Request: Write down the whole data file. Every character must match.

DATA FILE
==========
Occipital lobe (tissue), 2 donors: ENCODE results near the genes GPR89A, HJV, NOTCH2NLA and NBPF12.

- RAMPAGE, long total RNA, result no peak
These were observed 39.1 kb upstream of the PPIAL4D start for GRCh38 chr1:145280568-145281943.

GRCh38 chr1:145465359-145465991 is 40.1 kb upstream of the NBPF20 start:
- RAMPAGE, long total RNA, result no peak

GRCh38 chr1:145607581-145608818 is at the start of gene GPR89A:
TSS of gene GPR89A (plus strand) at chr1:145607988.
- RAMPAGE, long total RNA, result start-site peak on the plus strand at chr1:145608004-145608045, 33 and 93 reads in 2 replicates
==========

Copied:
Occipital lobe (tissue), 2 donors: ENCODE results near the genes GPR89A, HJV, NOTCH2NLA and NBPF12.

- RAMPAGE, long total RNA, result no peak
These were observed 39.1 kb upstream of the PPIAL4D start for GRCh38 chr1:145280568-145281943.

GRCh38 chr1:145465359-145465991 is 40.1 kb upstream of the NBPF20 start:
- RAMPAGE, long total RNA, result no peak

GRCh38 chr1:145607581-145608818 is at the start of gene GPR89A:
TSS of gene GPR89A (plus strand) at chr1:145607988.
- RAMPAGE, long total RNA, result start-site peak on the plus strand at chr1:145608004-145608045, 33 and 93 reads in 2 replicates